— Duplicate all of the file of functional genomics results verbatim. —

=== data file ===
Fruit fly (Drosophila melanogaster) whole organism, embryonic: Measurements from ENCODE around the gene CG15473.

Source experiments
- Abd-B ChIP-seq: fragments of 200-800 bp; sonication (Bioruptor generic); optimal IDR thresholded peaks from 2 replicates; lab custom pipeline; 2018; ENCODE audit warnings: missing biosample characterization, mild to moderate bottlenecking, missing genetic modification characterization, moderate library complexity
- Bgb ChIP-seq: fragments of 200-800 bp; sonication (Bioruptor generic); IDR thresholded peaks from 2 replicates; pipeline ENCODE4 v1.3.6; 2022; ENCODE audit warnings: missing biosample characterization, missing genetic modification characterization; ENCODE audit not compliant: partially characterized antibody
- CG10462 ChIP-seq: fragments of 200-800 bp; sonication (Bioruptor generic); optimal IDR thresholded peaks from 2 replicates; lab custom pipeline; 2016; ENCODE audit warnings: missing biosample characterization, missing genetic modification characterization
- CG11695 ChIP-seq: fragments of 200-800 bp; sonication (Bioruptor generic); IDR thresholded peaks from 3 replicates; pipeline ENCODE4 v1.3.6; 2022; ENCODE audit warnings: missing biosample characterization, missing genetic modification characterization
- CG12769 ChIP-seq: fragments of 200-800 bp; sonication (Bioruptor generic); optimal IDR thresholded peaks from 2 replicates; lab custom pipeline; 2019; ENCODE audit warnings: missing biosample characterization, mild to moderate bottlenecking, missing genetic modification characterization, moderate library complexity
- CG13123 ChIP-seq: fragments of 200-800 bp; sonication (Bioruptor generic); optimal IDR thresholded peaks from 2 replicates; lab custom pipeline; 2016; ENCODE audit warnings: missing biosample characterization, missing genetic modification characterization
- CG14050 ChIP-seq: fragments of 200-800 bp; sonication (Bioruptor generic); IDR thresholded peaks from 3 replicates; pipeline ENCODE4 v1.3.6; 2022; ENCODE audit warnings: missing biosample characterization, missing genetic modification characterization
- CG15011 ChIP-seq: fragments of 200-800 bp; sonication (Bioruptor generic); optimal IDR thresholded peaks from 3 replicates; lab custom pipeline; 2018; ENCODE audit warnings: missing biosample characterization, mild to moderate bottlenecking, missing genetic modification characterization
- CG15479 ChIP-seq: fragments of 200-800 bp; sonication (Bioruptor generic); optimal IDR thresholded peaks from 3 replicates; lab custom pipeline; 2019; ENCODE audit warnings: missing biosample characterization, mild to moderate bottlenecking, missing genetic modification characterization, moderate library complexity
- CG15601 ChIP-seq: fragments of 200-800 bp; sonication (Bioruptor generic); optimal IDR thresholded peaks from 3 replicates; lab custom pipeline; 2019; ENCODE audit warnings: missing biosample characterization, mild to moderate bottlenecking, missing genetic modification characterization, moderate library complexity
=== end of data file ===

Fruit fly (Drosophila melanogaster) whole organism, embryonic: Measurements from ENCODE around the gene CG15473.

Source experiments
- Abd-B ChIP-seq: fragments of 200-800 bp; sonication (Bioruptor generic); optimal IDR thresholded peaks from 2 replicates; lab custom pipeline; 2018; ENCODE audit warnings: missing biosample characterization, mild to moderate bottlenecking, missing genetic modification characterization, moderate library complexity
- Bgb ChIP-seq: fragments of 200-800 bp; sonication (Bioruptor generic); IDR thresholded peaks from 2 replicates; pipeline ENCODE4 v1.3.6; 2022; ENCODE audit warnings: missing biosample characterization, missing genetic modification characterization; ENCODE audit not compliant: partially characterized antibody
- CG10462 ChIP-seq: fragments of 200-800 bp; sonication (Bioruptor generic); optimal IDR thresholded peaks from 2 replicates; lab custom pipeline; 2016; ENCODE audit warnings: missing biosample characterization, missing genetic modification characterization
- CG11695 ChIP-seq: fragments of 200-800 bp; sonication (Bioruptor generic); IDR thresholded peaks from 3 replicates; pipeline ENCODE4 v1.3.6; 2022; ENCODE audit warnings: missing biosample characterization, missing genetic modification characterization
- CG12769 ChIP-seq: fragments of 200-800 bp; sonication (Bioruptor generic); optimal IDR thresholded peaks from 2 replicates; lab custom pipeline; 2019; ENCODE audit warnings: missing biosample characterization, mild to moderate bottlenecking, missing genetic modification characterization, moderate library complexity
- CG13123 ChIP-seq: fragments of 200-800 bp; sonication (Bioruptor generic); optimal IDR thresholded peaks from 2 replicates; lab custom pipeline; 2016; ENCODE audit warnings: missing biosample characterization, missing genetic modification characterization
- CG14050 ChIP-seq: fragments of 200-800 bp; sonication (Bioruptor generic); IDR thresholded peaks from 3 replicates; pipeline ENCODE4 v1.3.6; 2022; ENCODE audit warnings: missing biosample characterization, missing genetic modification characterization
- CG15011 ChIP-seq: fragments of 200-800 bp; sonication (Bioruptor generic); optimal IDR thresholded peaks from 3 replicates; lab custom pipeline; 2018; ENCODE audit warnings: missing biosample characterization, mild to moderate bottlenecking, missing genetic modification characterization
- CG15479 ChIP-seq: fragments of 200-800 bp; sonication (Bioruptor generic); optimal IDR thresholded peaks from 3 replicates; lab custom pipeline; 2019; ENCODE audit warnings: missing biosample characterization, mild to moderate bottlenecking, missing genetic modification characterization, moderate library complexity
- CG15601 ChIP-seq: fragments of 200-800 bp; sonication (Bioruptor generic); optimal IDR thresholded peaks from 3 replicates; lab custom pipeline; 2019; ENCODE audit warnings: missing biosample characterization, mild to moderate bottlenecking, missing genetic modification characterization, moderate library complexity